Tales is a series of Japanese video games that's been going on since 1995. So far 12 have been released but the manufacturer has only localised nine of them for the American market, because of "the amount of dialog and the extensive voice acting in recent games." That doesn't satisfy the most ardent fans, especially as the latest release, Tales of Graces, is said to be the best in the series. So the fans have set up a Tales of Graces Fan Translation project with the aim of eventually producing an English patch for the game themselves.
"The translation team consists of five translators who have done the bulk of the translation, as well as about 10 others who help to contribute from time to time... for many of the translators, this is their first time working on a project like this. They are volunteering their time because of their passion for the game, and a desire to allow everyone to be able to experience and enjoy it."Apparently there was a bad experience in the past with translating one of these games. This time the team is taking due care.
"Much of the initial translation is already done. However, everything still needs to go through a translation verification to ensure accuracy. They don’t want any, 'All your base are belong to us' situations."It's a big project:
"The team estimates there are 90,000 lines to be translated... Basically, that’s any time text is on the screen, and a line can range from a single word to an entire paragraph."So they're looking for more volunteer translators, but not just any bilinguals: JLPT level 3 required and level 2 greatly preferred.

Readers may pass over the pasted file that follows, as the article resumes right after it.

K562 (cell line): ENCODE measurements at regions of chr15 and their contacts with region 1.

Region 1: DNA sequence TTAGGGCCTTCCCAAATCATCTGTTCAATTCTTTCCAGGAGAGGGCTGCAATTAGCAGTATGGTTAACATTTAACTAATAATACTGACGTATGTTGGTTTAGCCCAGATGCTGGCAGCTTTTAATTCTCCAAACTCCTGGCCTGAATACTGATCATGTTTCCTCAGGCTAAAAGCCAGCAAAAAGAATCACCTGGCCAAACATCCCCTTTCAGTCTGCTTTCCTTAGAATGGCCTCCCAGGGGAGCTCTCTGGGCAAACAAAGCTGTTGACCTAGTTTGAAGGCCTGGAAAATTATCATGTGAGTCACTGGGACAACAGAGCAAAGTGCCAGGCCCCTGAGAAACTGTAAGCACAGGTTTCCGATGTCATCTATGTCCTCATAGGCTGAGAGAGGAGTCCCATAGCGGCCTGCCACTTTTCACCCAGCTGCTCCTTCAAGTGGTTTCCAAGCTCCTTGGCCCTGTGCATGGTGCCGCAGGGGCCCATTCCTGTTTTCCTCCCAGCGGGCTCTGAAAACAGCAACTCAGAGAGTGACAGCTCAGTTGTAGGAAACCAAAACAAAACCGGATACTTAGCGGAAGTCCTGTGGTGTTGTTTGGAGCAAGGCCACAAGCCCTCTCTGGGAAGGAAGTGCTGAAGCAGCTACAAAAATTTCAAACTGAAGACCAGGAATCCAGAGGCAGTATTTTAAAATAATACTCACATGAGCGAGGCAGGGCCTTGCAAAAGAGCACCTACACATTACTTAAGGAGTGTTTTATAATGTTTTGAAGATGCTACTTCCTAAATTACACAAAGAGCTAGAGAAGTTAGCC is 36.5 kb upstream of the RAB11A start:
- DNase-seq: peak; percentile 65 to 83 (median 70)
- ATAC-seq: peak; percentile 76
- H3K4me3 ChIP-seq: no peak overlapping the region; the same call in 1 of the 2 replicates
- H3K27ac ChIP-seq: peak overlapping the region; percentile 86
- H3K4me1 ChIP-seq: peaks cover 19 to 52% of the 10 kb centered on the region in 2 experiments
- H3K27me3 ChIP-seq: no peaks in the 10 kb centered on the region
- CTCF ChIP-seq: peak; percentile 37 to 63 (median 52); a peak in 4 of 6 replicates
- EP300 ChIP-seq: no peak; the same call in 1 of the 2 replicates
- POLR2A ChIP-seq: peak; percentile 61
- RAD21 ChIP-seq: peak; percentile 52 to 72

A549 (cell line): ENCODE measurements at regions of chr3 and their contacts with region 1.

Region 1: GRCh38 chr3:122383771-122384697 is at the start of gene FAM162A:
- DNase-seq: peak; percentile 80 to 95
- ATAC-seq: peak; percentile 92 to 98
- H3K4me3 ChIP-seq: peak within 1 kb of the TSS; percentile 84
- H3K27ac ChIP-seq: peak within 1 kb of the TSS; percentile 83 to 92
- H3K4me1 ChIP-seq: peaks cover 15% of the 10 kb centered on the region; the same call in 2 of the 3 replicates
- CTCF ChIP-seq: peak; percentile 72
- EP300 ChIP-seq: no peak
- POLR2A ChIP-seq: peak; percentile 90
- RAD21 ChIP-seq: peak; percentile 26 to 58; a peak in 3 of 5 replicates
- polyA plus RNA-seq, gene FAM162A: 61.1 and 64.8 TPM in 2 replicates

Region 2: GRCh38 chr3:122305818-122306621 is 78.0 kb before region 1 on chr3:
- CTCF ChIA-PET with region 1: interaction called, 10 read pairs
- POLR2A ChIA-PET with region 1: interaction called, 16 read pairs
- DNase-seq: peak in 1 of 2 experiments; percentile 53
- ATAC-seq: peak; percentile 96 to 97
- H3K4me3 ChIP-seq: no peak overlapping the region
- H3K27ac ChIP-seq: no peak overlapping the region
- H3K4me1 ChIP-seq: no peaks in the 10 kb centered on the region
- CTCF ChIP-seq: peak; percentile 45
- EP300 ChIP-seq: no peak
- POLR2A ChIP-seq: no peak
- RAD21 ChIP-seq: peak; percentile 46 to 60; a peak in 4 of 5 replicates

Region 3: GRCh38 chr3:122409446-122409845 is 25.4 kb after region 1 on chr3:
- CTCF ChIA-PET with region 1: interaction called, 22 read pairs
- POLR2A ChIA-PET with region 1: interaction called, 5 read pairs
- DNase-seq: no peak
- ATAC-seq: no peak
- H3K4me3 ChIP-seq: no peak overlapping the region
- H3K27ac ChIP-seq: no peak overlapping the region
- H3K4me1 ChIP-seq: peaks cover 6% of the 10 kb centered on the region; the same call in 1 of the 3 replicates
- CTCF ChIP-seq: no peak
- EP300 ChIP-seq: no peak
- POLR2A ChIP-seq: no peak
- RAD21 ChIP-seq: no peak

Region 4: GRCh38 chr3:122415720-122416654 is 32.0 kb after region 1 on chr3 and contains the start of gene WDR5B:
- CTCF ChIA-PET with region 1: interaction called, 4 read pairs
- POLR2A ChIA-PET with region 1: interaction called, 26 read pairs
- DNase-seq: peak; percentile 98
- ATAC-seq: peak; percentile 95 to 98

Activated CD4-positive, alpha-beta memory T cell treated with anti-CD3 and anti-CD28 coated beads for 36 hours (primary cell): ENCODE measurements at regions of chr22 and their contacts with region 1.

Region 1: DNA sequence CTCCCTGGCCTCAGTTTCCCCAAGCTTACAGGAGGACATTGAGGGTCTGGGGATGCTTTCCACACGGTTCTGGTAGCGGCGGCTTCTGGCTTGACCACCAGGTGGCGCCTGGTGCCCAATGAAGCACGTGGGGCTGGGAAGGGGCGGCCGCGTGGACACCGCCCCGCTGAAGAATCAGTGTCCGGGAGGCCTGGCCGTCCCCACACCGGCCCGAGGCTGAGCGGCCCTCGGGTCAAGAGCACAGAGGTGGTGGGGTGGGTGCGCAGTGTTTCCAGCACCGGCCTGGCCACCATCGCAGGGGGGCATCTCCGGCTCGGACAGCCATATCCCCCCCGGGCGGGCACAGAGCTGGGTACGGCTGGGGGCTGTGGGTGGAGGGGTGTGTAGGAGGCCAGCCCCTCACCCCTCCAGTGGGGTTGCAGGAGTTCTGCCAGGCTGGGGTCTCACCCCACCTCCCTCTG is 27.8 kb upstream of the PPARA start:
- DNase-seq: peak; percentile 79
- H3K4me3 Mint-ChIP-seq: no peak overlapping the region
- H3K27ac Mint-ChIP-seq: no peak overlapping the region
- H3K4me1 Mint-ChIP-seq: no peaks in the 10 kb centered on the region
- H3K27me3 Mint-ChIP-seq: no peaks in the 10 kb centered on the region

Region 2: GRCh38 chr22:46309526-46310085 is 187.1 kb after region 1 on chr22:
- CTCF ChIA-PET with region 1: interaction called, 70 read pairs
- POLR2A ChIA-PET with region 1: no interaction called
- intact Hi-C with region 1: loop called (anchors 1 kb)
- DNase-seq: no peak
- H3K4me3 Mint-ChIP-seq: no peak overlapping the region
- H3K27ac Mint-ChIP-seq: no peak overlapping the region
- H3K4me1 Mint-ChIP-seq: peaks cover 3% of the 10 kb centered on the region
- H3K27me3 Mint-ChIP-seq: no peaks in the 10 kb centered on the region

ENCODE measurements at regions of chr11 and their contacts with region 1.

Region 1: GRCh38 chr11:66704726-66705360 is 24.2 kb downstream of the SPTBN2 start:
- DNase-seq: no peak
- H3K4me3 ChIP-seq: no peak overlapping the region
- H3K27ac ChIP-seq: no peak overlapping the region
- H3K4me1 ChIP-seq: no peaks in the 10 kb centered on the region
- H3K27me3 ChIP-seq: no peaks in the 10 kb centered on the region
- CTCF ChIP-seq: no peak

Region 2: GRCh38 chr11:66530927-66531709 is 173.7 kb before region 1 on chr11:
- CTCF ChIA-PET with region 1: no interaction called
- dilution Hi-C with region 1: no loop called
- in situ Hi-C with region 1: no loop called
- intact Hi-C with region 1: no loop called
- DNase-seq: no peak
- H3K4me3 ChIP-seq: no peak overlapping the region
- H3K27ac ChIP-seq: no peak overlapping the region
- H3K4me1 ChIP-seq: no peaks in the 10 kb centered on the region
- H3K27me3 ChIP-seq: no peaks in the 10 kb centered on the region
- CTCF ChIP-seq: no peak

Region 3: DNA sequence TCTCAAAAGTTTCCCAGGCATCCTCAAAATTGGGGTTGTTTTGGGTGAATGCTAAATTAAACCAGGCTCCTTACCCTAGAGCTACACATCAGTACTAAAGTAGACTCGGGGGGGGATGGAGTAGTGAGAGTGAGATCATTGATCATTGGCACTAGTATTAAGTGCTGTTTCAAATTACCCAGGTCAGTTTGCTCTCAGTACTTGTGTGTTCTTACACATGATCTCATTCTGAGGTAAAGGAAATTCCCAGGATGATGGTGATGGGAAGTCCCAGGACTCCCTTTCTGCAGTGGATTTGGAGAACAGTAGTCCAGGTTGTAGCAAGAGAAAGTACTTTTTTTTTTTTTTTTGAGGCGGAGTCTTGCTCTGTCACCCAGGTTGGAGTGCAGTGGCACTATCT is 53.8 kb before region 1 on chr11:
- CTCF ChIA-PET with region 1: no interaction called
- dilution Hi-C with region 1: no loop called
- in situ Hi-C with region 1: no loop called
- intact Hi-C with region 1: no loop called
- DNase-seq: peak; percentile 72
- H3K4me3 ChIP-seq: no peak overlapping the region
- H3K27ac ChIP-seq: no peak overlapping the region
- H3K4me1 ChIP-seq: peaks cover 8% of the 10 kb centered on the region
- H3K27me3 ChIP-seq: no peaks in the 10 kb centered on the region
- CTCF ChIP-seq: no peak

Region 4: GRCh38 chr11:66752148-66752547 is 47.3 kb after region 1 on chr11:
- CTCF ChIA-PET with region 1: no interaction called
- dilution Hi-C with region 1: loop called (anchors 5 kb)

Which brings us to JLPT.
JLPT stands for Japanese Language Proficiency Test. It's an officially sponsored exam designed to evaluate the Japanese of non-native speakers.
"The JLPT was first held in 1984 in response to growing demand for standardized Japanese language certification... In 2004, the JLPT was offered in 40 countries, including Japan. The number of candidates continued to rise to 559,056 in 2008, while the percentage of candidates certified has fallen below 36%."There are five levels, with N1 being the highest level and N5 the easiest. Therefore, the video game translation team is asking for high-middle to high level, but not the highest.
However, what's most interesting from our point of view is that JLPT is not a translation test. It tests various components of language proficiency (reading, listening, grammar, vocabulary) but not translating. Hence there is an implied assumption that second-language proficiency, together with close acquaintance with the source content – since the call is to fans – is a good predictor of translation 'proficiency' into the first language without further training. Anyway for want of a better correlate.
Another assumption – by no means new – is that, given the required language proficiency, background knowledge, a checking procedure and plenty of time, the translation of such a game can be done by untrained Native Translators to the satisfaction of highly critical users. As more projects like the Tales of Graces one are launched, more bilingual fans are discovering that they too can translate and can render a service to their gaming compatriots by doing so. What the instigators and coordinators of such projects need is a realistic Guide to Managing Inexperienced Translators.
Brandon Fenty. Tales of Grace English translation coming this year. Ripten Video Game Blog, January 2, 2011.
Japanese Language Proficiency Test. In Wikipedia. December 2010.
Image: Game Rant